At a glance
- About ten years ago, you could have been forgiven for not showing a great deal of interest in cyber security, particularly in the context of smaller companies
- Cyber-attacks have also received increased press coverage lately. In May 2017 we saw the carnage on a global level caused by the WannaCry ransomware attack
- Dealing with the fall out of a cyber-attack is clearly not a cheap business, and companies will need to work out if they can afford to take the risk of absorbing these costs themselves
About ten years ago, you could have been forgiven for not showing a great deal of interest in cyber security, particularly in the context of smaller companies.
It’s easy to see why someone would want to hack Sony for example, but what possible interest would a hacker have in a three-partner firm of accountants in a small English town? Things are definitely changing though, particularly with the growing reliance on IT systems for even small companies, together with the increasing amount of valuable personal data they hold, and the expectation of customers to be able to make card payments online. All these things make small companies attractive targets of cyber criminals, even more so given they often don’t have the resources to invest heavily in security.
Worryingly, a report commissioned by the Government in 2017 highlighted that just under half of all businesses had identified at least one cyber security breach or attack in the previous 12 months. It is difficult to see this figure decreasing over the years to come. Amongst the organisations which identified breaches, by far the most common was receiving fraudulent emails or being directed to fraudulent websites. These have come a long way since the days of the benevolent overseas billionaire seeking assistance in transferring large sums of money to an account in the UK in exchange for a large reward. Nowadays these can take the form of authentic looking emails purportedly from well-known companies so it is easy to see how even a slightly distracted person could be duped into clicking on a dodgy link.
Cyber-attacks have also received increased press coverage lately. In May 2017 we saw the carnage on a global level caused by the WannaCry ransomware attack, which was estimated to have affected more than 200,000 computers across 150 countries, but which also had a huge impact on the NHS in this country. Around the same time, credit reporting agency Equifax suffered a significant security breach whereby cybercriminals were able to access the personal data of approximately 148 million consumers in the U.S. Back in the United Kingdom, pay day loan company Wonga was hacked in April 2017, giving access to the personal data of approximately 250,000 customers. These are only a couple of examples and a simple internet search reveals many more examples of organisations around the world that have been affected by cyber-attacks.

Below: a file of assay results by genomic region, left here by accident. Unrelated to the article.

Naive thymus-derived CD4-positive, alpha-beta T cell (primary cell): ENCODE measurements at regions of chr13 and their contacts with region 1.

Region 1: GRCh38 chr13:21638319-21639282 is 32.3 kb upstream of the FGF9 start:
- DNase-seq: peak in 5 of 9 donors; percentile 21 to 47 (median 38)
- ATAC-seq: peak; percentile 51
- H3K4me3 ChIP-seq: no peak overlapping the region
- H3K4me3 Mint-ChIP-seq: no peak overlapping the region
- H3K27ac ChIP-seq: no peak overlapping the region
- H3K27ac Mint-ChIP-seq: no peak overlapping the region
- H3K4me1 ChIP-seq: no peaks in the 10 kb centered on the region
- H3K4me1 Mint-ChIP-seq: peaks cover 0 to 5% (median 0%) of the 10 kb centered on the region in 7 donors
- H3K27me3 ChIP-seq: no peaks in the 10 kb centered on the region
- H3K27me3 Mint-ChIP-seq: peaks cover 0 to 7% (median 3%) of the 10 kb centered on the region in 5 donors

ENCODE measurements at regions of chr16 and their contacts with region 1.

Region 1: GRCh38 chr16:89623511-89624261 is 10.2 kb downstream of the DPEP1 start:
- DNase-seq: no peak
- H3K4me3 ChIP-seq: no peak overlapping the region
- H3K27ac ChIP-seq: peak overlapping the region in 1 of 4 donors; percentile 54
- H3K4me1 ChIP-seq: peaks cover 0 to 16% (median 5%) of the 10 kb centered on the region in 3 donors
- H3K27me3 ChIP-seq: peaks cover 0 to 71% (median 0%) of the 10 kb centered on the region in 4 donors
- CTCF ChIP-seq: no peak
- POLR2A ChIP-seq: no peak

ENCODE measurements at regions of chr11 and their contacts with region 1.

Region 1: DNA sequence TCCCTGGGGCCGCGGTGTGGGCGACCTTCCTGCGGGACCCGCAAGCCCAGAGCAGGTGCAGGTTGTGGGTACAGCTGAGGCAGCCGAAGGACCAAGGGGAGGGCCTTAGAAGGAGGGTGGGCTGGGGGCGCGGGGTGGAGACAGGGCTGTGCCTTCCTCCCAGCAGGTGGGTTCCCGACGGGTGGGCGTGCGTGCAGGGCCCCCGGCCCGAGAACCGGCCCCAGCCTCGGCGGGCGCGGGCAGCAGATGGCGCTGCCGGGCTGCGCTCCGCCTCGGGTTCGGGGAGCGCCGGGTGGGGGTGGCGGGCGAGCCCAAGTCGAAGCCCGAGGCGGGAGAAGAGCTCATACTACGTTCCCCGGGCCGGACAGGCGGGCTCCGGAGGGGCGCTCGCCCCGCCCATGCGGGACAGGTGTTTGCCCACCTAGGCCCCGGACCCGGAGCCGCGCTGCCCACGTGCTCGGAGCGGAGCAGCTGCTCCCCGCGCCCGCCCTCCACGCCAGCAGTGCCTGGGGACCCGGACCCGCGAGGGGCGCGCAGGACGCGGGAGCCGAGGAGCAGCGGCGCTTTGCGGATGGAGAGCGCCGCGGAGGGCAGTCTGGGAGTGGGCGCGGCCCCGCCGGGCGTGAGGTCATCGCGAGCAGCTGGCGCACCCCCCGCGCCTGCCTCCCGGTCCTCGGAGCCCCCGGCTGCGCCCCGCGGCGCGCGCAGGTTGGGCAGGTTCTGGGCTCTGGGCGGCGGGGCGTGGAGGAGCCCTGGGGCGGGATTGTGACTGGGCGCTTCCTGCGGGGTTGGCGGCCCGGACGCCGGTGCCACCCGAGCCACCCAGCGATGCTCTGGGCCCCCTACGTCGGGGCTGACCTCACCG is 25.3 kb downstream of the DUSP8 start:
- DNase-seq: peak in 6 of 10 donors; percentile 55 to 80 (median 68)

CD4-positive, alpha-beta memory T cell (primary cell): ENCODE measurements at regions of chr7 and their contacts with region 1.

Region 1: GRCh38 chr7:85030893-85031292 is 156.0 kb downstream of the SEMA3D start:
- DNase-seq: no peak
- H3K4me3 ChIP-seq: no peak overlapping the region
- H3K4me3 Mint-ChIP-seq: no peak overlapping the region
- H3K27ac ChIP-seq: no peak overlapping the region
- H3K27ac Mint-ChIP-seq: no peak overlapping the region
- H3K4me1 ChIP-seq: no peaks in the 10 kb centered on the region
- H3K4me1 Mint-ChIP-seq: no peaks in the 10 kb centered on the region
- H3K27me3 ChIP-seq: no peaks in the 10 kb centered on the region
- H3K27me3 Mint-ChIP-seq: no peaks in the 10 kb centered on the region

Clearly in light of the above, no company can adopt a complacent attitude towards cyber security, particularly with the introduction of the General Data Protection Regulation (GDPR) in May this year, which imposes strict data protection requirements on companies, with the possibility of significant financial penalties being imposed for non-compliance. The level of fine for a significant breach could be up to 4% of global turnover or €20m, whichever sum is larger. So what can you do about it? Other than making sure your IT systems are as robust as they can be, obtaining cyber insurance needs to be seen as being as essential as any other type of insurance you would use to protect your business.
So what does cyber insurance cover?
Typically, it will contain the following covers:
• Lost business income in the event that you cannot operate as a result of a cyber attack.
• The cost of hiring IT professionals, public relations professionals or legal advisers.
• Cyber extortion payments to recover data.
• Civil damages to third parties as a result of a privacy breach and any defence/investigation costs.
• Cost of recovering IT systems/data following a cyber attack.
However, it is likely (subject to the point being tested in the courts) that those potentially hefty fines resulting from the introduction of GDPR will not fall for cover under a cyber policy, in light of the principle that regulatory fines are not legally insurable, albeit there should be cover for costs associated with defending a regulatory investigation. Dealing with the fall out of a cyber-attack is clearly not a cheap business, and companies will need to work out if they can afford to take the risk of absorbing these costs themselves. If the answer to that question is “no” then a two-pronged approach of ensuring IT systems are up to speed, as well as taking out a cyber insurance policy, is vital in the current climate. GDPR will be an additional concern for any companies which process the personal data of EU citizens, no matter how big or small they are, and the deadline of 25 May when the regulation comes into force is now only a matter of weeks away.
This article was published as part of our Spring 2018 Claims Quarterly Journal.
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